• Like every year, every last Sunday in October, Europe - and therefore France - will switch to winter time.

    You have to set your watch back one hour: when the clock displays 3 o'clock on Sunday, it will actually be 2 o'clock in the morning.

  • But this change to winter time could well be the last, after a vote of MEPs in 2019, who approved its removal.

  • Originally scheduled for 2021, maintaining daylight saving time throughout the year has been put on hold due to the coronavirus outbreak.

Prepare your clocks, alarm clocks, watches and other clocks.

During the night of Saturday 30 to Sunday 31 October, Europe - and therefore France - will switch to winter time.

Will the daylight saving time and winter time system disappear soon?

Is this the last time for winter time?

20 Minutes

takes stock of the questions you are asking yourself.

  • Are we going to win or lose an hour?

This is the question that comes up with each change of time.

Good news for those who like to sleep - or party: this Saturday, Europe will "win" an hour.

Concretely, at 3 a.m. on Sunday, it will actually be 2 a.m.

The night will therefore last an hour longer.

But there is still some bad news.

With the time change on Sunday, the sun will set on average around 5:30 p.m., instead of 6:30 p.m. on Saturday.

  • Will the daylight saving time and winter time system disappear soon?

Set up in 1976 to save energy, the system may well be in its last hours (do you have it?).

Since 1988, the changeover to winter time has taken place on the last Sunday in October and that to summer time on the last Sunday in March.

In 2019, the European Parliament voted to abolish the seasonal time change system, with 410 votes in favor and 192 against, highlighting the negative effects on sleep, health or road accidents, as well as lack of real energy savings.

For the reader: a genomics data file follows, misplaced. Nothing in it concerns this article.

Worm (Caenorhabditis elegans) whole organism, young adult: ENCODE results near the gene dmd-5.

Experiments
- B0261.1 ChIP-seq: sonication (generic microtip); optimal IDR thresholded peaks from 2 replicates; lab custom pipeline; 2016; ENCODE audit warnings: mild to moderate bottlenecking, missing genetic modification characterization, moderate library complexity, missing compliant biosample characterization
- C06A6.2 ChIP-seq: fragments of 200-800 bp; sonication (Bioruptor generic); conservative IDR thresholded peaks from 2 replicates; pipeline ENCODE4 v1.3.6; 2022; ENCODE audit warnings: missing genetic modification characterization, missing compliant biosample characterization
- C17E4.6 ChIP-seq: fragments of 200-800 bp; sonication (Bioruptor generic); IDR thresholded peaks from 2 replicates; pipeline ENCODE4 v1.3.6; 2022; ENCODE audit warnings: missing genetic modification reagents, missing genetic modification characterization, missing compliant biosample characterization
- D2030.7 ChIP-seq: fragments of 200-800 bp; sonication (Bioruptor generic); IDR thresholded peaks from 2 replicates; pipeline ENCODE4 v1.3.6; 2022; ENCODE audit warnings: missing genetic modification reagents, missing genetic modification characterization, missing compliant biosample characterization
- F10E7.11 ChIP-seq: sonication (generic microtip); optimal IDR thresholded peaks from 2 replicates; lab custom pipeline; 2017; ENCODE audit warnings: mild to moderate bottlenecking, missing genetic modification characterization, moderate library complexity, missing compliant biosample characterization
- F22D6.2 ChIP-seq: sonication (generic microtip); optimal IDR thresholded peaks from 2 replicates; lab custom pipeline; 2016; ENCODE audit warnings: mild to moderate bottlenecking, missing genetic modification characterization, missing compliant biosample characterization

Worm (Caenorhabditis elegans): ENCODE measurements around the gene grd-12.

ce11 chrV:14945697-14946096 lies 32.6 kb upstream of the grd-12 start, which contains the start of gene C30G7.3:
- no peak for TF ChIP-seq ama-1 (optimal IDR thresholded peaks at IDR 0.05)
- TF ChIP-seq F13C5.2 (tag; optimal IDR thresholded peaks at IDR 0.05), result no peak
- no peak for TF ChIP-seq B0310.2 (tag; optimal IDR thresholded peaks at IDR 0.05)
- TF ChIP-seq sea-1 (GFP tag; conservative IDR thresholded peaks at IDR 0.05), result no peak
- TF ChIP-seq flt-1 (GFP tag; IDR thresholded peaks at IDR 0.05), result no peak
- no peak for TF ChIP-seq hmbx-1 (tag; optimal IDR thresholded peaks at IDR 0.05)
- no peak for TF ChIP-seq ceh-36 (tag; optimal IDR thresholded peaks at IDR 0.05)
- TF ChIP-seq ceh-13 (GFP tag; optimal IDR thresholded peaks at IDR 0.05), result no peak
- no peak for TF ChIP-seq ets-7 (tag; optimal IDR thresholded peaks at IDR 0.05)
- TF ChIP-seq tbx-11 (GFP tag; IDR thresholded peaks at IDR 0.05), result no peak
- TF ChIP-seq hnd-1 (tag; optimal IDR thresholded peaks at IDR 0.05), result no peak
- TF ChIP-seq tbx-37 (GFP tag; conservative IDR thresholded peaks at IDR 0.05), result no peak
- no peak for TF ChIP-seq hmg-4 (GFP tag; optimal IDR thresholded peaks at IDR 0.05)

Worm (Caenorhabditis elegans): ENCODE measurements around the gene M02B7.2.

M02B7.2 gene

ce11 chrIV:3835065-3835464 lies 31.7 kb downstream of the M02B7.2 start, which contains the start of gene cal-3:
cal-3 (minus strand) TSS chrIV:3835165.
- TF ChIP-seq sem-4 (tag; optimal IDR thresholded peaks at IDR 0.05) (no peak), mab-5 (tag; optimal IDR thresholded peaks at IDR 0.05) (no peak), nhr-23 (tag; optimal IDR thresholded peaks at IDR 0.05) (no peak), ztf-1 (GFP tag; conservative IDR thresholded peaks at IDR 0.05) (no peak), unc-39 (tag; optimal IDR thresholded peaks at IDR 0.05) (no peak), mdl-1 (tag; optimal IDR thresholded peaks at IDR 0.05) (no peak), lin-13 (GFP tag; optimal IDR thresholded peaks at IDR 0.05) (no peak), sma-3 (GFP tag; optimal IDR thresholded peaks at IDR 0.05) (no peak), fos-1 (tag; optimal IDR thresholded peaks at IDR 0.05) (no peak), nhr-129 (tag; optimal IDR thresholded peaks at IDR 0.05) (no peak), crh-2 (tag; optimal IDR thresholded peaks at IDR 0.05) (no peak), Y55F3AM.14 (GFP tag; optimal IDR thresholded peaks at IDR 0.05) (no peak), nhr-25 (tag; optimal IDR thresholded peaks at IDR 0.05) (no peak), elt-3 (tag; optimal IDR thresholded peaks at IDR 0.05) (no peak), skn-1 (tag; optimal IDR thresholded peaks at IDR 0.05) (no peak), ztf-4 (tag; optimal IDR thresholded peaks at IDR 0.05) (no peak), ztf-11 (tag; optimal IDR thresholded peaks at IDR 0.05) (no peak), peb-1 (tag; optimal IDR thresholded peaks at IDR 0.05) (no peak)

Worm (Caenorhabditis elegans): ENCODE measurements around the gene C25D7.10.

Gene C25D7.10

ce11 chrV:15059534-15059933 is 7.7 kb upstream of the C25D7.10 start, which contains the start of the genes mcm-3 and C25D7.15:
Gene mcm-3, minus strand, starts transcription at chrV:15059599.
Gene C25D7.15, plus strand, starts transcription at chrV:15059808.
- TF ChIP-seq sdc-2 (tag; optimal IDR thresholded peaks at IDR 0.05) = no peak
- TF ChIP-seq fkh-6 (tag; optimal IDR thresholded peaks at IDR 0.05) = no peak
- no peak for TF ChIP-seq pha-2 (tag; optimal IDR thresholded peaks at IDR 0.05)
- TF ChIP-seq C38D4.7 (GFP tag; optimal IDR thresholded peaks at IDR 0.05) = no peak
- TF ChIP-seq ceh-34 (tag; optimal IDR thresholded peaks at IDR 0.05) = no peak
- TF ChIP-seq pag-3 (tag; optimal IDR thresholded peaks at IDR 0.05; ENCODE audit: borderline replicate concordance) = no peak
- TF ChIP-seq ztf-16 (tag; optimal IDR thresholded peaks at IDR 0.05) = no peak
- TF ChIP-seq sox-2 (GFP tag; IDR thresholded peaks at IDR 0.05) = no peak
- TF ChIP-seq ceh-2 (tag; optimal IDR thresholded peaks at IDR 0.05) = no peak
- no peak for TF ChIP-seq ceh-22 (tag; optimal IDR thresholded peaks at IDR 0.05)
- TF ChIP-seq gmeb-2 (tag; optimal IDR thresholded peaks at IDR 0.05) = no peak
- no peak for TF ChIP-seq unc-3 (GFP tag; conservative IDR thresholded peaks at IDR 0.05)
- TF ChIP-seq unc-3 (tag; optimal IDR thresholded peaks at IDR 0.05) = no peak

But the measure, which was to be effective in 2021, has been suspended due to the coronavirus epidemic.

  • Is this the last time for winter time?

Not so sure.

While the measure has been adopted by the European Parliament, negotiations have yet to take place with member states.

Indeed, MEPs have left the choice to each country to keep summer time or winter time, but it would be more practical if within each current zone, all countries adopt the same time slot. .

However, after two years of reflection, the European Council "did not come up with a common position", regrets the European Parliament with 

20 Minutes

. "I really hope that the EU countries stop dragging their feet and come to the negotiating table to agree on ending the clock change in the EU without further delay," Johan Danielsson said, member of the Socialist Group in the European Parliament, which inherited the file in February 2020.

“The file had already fallen behind before the Covid because there is a difficulty in finding a consensus.

The current system makes it possible to have the same time zone from Spain to Poland, no longer changing the time would result in the creation of more time zones in Europe.

In view of the context, I doubt that this is a priority.

In my opinion, we will continue to change the time for a long time, this is not the last time ”, already explained Olivier Fabre, mayor of Mazamet (Tarn) and co-president of the European association for summer time, in October 2020 at

20 Minutes

.

If the countries manage to come to an agreement in the coming months, the last time change should be daylight saving time on March 27, 2022.

  • What do the French think of it?

According to a citizen consultation carried out by the European Affairs Committee of the National Assembly in 2019, 83.71% of French people say they are in favor of the end of the time change twice a year, against 16.29% for the maintenance of this measure.

But on what time system do the French want to stay?

According to this survey, 59.17% of those questioned want to stay in daylight saving time and 36.97%

in winter time.

Health

VIDEO.

Removal of the time change: "A definitive change to summer time would be harmful to health"

Toulouse

VIDEO.

Why summer time all year round could do us good

  • Winter hour

  • European Parliament

  • Summer time

  • EU

  • Time change

  • energy

  • Health

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